Drivers Booted at Coconut Grove Charity Race Are Still Waiting for Refunds
Randy Katz is a stand-up guy. An emergency room doc at Memorial Regional Hospital in Hollywood, he recently raised $35,000 for a buddy, Jeff Fogel, who has amyotrophic lateral sclerosis (ALS) — Lou Gehrig's disease. The money helped Fogel buy a high-tech wheelchair to deal with the malady that is stealing his ability to move even a finger.
This past May 10, Katz woke up before dawn with his sons, 10-year-old Jaden and 9-year-old Gabe, to run in the ALS Recovery Fund 5K/10K race in Coconut Grove. Though Katz contributed $200 to participate — all to help ALS victims — he was running a little late for the 7:30 a.m. start. So after cops directed him to a lot on the corner of Mary Street and Tigertail Avenue, the trio jumped out of the car and hoofed it down to the race start on South Bayshore Drive.
"There was no attendant, and I knew I might get a ticket," he says. "But I never expected what came next."
After jogging five kilometers in the steamy subtropical heat, Katz and sons returned to find a bright-yellow boot locked onto a front wheel. Indeed, 27 cars in the lot had been immobilized. All of the drivers had run or walked the race. Most had contributed hundreds of dollars. All had been confused by signs that were at best unclear — and all had to pay $89 to get their wheels back.
"It was a way to make money off people who were doing right," Katz says. "There was no warning or sign. It was entrapment."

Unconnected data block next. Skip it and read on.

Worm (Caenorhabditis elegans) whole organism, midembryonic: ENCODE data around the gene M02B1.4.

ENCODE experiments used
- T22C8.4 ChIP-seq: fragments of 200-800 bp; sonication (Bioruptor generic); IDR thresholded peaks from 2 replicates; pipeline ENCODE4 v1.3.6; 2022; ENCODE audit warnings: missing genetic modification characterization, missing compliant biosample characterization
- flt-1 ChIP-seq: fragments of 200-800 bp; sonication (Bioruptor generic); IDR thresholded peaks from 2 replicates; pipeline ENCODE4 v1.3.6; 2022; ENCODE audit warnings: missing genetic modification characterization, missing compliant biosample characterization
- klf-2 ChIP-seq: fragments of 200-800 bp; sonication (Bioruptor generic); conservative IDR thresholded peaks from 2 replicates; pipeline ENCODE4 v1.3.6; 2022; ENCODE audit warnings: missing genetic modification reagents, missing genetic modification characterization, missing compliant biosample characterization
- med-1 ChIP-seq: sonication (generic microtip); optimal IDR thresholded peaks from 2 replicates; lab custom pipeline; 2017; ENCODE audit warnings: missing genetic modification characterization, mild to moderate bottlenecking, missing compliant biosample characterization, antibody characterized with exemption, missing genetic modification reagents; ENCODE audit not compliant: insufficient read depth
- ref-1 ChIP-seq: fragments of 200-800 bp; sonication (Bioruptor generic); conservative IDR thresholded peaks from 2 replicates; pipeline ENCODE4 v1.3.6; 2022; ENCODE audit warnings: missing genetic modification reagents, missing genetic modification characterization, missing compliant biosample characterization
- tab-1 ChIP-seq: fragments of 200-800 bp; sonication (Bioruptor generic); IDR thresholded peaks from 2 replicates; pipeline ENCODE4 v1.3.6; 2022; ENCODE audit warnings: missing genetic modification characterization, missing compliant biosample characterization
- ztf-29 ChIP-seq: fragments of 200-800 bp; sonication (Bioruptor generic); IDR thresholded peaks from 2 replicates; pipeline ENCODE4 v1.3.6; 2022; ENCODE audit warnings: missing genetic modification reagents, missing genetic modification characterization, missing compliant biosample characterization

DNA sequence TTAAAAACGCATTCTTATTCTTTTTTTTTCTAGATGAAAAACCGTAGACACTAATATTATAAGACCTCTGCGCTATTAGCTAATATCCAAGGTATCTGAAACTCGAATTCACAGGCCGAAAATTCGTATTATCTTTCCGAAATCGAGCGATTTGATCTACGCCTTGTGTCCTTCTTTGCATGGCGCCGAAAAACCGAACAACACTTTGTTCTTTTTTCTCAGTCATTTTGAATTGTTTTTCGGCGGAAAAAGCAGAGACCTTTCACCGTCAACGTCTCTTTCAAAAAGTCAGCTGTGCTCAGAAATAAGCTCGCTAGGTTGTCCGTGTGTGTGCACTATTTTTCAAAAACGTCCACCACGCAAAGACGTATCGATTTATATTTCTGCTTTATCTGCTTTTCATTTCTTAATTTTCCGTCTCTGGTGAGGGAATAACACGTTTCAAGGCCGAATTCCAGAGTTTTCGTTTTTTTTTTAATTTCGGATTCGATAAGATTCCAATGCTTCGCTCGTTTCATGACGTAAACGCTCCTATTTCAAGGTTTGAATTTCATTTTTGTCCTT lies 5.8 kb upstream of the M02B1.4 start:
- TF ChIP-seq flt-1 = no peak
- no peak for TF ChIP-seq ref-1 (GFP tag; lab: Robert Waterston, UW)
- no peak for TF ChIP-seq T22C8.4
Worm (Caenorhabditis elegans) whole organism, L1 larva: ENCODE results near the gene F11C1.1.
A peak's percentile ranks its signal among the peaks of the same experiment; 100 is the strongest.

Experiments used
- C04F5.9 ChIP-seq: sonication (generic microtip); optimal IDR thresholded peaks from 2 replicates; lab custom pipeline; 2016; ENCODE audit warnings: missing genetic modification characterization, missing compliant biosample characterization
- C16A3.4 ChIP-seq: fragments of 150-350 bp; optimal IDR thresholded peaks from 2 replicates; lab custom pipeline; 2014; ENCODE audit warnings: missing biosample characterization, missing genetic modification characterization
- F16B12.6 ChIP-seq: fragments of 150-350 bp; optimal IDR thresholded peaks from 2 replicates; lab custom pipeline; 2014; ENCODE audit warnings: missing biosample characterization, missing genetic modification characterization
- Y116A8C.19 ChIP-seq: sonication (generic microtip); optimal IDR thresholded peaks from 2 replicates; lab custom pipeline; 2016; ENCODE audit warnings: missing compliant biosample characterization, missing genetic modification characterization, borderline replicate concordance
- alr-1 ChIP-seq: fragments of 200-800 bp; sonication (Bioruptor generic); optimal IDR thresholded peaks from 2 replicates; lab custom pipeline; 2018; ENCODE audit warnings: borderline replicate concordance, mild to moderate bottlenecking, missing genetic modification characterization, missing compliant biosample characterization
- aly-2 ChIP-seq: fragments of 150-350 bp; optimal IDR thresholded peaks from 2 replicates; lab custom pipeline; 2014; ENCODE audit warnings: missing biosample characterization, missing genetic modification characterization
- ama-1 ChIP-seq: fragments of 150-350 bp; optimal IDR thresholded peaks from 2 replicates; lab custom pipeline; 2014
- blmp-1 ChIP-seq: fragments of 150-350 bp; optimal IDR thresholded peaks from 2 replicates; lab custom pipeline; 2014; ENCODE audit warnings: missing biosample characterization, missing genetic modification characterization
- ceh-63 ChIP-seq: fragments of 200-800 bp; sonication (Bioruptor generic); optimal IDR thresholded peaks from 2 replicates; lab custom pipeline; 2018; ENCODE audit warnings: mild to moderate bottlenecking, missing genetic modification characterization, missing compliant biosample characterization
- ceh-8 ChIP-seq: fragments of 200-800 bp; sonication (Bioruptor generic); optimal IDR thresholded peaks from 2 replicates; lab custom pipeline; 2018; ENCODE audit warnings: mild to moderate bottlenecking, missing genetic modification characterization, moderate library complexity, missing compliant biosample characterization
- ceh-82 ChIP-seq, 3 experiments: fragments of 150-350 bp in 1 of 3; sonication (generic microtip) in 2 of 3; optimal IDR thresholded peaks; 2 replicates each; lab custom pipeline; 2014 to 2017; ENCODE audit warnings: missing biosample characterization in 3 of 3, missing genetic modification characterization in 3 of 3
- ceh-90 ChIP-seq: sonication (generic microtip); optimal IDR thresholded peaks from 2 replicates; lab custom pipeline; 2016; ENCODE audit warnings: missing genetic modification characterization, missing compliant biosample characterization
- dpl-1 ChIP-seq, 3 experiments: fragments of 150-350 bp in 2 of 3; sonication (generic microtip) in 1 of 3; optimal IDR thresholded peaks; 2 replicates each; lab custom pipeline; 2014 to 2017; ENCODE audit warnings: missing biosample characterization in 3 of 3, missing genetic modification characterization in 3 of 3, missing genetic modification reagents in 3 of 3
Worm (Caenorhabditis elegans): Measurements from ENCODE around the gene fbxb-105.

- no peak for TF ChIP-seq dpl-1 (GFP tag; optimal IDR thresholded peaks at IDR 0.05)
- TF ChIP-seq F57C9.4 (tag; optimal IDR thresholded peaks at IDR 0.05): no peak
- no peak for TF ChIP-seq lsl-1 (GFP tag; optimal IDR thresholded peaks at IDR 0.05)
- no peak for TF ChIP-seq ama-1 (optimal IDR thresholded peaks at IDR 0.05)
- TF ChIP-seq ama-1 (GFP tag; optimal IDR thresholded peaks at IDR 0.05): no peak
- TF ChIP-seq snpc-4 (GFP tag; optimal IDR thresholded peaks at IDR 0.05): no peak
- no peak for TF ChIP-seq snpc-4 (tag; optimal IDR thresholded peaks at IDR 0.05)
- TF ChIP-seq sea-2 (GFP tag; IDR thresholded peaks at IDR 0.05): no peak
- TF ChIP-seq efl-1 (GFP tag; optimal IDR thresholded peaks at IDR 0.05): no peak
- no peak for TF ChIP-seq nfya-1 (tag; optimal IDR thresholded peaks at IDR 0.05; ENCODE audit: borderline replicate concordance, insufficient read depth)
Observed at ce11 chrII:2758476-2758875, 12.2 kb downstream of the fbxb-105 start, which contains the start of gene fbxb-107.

After Premier Booting Services collected more than $2,300 from those in the lot, I wrote a blog post chastising those responsible. There was a Coconut Grove Bank sign at one entrance, and the real estate is owned by two of Miami's biggest developers -- the Terra Group and the Related Group. "Shame on you" was the post's first line.
Soon, a bank president, those in charge of the lot, the booting company, and dozens of runners would work themselves into a lather. Paradise Parking, the concessionaire, would promise to return the money paid by the parkers and to suspend booting in the lot. And both Paradise and Terra would vow to contribute to ALS research.
But a week after the event, the president of the booting company knew nothing of a suspension. Neither Paradise nor Terra had come up with an amount to give. And two of the three people I'd interviewed that morning in the Grove had yet to receive a refund or an apology.
"This is wrong," said Alexandra Castilla, a young woman who was booted after walking several miles. "It's evil."